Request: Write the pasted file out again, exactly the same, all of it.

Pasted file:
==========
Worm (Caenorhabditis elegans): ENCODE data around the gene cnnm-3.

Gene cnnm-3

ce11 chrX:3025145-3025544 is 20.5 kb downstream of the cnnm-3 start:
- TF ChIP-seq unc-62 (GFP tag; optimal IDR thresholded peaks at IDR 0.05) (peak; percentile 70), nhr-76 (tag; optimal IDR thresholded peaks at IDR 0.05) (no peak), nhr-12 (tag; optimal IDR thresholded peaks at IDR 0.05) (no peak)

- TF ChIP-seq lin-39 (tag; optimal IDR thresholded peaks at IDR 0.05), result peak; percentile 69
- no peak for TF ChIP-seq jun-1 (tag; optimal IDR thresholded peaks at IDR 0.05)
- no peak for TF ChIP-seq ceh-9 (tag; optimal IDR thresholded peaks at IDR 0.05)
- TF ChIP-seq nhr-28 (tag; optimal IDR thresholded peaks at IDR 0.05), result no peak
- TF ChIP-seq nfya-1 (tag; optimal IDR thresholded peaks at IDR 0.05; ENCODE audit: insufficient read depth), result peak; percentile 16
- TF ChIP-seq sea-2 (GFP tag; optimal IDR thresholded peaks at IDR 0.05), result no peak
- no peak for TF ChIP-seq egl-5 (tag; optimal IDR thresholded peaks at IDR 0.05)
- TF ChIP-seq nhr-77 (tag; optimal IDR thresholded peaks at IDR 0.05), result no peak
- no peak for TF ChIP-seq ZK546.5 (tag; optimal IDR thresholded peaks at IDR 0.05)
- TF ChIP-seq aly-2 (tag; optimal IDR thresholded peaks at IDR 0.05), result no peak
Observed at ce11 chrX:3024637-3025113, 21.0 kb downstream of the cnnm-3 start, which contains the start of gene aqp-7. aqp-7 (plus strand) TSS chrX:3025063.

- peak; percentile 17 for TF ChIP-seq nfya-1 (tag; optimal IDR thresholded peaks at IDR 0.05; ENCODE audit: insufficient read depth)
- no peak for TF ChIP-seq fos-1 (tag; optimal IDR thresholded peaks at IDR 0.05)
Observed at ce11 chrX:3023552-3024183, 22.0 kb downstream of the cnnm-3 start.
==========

Worm (Caenorhabditis elegans): ENCODE data around the gene cnnm-3.

Gene cnnm-3

ce11 chrX:3025145-3025544 is 20.5 kb downstream of the cnnm-3 start:
- TF ChIP-seq unc-62 (GFP tag; optimal IDR thresholded peaks at IDR 0.05) (peak; percentile 70), nhr-76 (tag; optimal IDR thresholded peaks at IDR 0.05) (no peak), nhr-12 (tag; optimal IDR thresholded peaks at IDR 0.05) (no peak)

- TF ChIP-seq lin-39 (tag; optimal IDR thresholded peaks at IDR 0.05), result peak; percentile 69
- no peak for TF ChIP-seq jun-1 (tag; optimal IDR thresholded peaks at IDR 0.05)
- no peak for TF ChIP-seq ceh-9 (tag; optimal IDR thresholded peaks at IDR 0.05)
- TF ChIP-seq nhr-28 (tag; optimal IDR thresholded peaks at IDR 0.05), result no peak
- TF ChIP-seq nfya-1 (tag; optimal IDR thresholded peaks at IDR 0.05; ENCODE audit: insufficient read depth), result peak; percentile 16
- TF ChIP-seq sea-2 (GFP tag; optimal IDR thresholded peaks at IDR 0.05), result no peak
- no peak for TF ChIP-seq egl-5 (tag; optimal IDR thresholded peaks at IDR 0.05)
- TF ChIP-seq nhr-77 (tag; optimal IDR thresholded peaks at IDR 0.05), result no peak
- no peak for TF ChIP-seq ZK546.5 (tag; optimal IDR thresholded peaks at IDR 0.05)
- TF ChIP-seq aly-2 (tag; optimal IDR thresholded peaks at IDR 0.05), result no peak
Observed at ce11 chrX:3024637-3025113, 21.0 kb downstream of the cnnm-3 start, which contains the start of gene aqp-7. aqp-7 (plus strand) TSS chrX:3025063.

- peak; percentile 17 for TF ChIP-seq nfya-1 (tag; optimal IDR thresholded peaks at IDR 0.05; ENCODE audit: insufficient read depth)
- no peak for TF ChIP-seq fos-1 (tag; optimal IDR thresholded peaks at IDR 0.05)
Observed at ce11 chrX:3023552-3024183, 22.0 kb downstream of the cnnm-3 start.